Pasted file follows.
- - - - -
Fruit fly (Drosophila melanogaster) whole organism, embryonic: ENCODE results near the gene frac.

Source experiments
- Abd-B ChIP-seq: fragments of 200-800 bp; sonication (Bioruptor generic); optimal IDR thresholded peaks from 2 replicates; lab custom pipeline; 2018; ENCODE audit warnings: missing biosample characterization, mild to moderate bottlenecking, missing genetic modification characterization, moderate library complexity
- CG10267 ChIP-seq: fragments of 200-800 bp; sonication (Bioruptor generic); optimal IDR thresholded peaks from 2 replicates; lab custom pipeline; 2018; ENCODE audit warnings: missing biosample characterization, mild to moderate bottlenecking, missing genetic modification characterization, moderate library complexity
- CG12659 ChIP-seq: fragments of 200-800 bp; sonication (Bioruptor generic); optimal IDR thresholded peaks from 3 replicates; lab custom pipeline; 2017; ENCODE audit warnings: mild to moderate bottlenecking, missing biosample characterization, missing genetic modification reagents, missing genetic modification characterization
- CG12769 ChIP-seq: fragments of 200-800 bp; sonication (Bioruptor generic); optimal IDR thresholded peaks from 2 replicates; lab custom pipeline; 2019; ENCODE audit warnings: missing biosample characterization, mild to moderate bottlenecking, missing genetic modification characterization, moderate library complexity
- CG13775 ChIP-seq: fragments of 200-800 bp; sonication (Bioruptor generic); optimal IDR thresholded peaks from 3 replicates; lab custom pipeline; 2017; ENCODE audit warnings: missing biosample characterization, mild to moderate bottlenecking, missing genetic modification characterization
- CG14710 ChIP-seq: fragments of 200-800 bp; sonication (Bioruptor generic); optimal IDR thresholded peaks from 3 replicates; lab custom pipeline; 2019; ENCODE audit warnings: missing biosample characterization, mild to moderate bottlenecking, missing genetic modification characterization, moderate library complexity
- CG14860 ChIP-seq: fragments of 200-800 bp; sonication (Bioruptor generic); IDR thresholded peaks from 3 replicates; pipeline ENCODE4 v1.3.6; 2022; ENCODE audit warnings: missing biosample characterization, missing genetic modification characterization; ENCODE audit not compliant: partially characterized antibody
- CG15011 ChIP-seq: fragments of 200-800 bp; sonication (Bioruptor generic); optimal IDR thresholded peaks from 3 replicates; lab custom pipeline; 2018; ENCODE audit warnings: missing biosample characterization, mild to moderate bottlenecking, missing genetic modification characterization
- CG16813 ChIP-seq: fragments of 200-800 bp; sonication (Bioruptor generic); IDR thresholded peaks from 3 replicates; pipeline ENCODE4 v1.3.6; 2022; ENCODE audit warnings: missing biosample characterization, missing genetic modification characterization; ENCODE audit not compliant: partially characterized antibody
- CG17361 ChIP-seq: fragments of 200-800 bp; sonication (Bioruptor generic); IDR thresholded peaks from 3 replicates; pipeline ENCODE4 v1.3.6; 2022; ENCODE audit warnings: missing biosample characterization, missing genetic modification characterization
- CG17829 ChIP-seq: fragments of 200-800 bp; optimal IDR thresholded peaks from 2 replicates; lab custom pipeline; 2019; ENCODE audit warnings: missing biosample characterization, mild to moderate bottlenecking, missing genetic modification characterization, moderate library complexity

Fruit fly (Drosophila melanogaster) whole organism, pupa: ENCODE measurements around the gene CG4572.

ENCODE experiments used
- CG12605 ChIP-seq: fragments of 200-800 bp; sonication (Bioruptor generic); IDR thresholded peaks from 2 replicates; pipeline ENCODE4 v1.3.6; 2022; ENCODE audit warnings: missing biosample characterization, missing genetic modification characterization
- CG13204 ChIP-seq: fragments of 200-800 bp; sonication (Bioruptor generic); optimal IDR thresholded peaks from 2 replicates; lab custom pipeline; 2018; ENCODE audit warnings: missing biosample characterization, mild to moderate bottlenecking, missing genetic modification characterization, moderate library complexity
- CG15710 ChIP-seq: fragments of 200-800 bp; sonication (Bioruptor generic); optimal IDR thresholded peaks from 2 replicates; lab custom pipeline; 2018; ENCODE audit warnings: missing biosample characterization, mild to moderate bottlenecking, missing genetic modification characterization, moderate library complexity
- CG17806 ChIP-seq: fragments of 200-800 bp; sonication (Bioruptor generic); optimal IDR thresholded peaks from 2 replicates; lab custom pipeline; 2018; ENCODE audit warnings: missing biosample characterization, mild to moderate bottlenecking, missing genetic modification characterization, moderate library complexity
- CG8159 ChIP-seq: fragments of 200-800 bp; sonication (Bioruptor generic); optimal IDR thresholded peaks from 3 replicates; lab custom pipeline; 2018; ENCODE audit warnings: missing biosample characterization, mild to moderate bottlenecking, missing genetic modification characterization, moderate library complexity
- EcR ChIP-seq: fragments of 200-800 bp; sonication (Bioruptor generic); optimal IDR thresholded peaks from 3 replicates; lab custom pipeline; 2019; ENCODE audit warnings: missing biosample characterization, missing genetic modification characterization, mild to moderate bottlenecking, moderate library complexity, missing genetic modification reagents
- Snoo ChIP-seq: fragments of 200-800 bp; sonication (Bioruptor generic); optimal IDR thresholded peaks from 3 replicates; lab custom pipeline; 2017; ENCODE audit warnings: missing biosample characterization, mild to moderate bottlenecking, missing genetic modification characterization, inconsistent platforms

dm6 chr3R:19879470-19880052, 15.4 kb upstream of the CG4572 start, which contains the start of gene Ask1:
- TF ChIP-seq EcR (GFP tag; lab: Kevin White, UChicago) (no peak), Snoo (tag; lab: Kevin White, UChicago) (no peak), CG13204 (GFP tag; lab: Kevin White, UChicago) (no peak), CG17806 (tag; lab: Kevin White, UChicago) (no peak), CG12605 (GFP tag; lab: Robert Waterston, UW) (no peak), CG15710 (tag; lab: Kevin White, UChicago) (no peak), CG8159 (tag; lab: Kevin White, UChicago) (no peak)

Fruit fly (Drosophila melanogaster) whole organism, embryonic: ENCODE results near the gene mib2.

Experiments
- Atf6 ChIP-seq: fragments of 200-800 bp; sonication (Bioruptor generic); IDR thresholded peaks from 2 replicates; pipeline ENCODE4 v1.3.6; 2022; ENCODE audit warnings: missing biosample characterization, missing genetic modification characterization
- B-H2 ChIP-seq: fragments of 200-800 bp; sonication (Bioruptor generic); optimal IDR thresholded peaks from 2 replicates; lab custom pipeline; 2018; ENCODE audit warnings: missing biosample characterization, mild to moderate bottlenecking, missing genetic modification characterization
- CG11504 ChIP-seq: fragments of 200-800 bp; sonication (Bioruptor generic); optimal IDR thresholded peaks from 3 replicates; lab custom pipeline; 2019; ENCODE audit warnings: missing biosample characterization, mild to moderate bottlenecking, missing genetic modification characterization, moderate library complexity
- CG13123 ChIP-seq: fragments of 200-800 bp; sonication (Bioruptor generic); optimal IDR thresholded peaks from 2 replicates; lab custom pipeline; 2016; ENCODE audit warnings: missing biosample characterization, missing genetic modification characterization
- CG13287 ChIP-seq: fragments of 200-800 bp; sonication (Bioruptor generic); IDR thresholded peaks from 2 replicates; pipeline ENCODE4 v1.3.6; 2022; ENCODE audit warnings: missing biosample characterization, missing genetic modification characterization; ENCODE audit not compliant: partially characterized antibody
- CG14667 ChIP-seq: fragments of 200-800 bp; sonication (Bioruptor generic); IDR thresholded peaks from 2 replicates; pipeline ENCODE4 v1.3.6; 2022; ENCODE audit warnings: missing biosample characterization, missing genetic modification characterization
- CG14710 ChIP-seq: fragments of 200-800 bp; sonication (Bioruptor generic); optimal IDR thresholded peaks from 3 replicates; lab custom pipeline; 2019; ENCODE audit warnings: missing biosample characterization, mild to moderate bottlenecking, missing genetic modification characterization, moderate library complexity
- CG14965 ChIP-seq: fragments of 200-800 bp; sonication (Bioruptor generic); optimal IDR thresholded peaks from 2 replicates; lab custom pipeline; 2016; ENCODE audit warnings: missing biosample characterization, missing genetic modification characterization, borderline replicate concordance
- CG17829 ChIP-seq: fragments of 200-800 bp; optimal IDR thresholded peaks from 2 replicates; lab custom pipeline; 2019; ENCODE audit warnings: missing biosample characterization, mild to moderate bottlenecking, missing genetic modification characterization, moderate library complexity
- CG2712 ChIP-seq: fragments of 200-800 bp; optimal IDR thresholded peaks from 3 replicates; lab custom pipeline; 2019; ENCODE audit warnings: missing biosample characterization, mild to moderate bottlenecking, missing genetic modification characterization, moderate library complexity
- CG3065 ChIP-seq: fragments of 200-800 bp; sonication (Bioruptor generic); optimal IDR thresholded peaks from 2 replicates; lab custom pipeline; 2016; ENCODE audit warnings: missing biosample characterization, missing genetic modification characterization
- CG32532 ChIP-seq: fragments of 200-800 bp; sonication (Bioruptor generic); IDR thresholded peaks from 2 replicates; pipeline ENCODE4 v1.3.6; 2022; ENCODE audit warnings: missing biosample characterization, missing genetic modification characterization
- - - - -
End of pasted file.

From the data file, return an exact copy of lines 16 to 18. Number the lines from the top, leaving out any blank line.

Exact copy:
- CG12605 ChIP-seq: fragments of 200-800 bp; sonication (Bioruptor generic); IDR thresholded peaks from 2 replicates; pipeline ENCODE4 v1.3.6; 2022; ENCODE audit warnings: missing biosample characterization, missing genetic modification characterization
- CG13204 ChIP-seq: fragments of 200-800 bp; sonication (Bioruptor generic); optimal IDR thresholded peaks from 2 replicates; lab custom pipeline; 2018; ENCODE audit warnings: missing biosample characterization, mild to moderate bottlenecking, missing genetic modification characterization, moderate library complexity
- CG15710 ChIP-seq: fragments of 200-800 bp; sonication (Bioruptor generic); optimal IDR thresholded peaks from 2 replicates; lab custom pipeline; 2018; ENCODE audit warnings: missing biosample characterization, mild to moderate bottlenecking, missing genetic modification characterization, moderate library complexity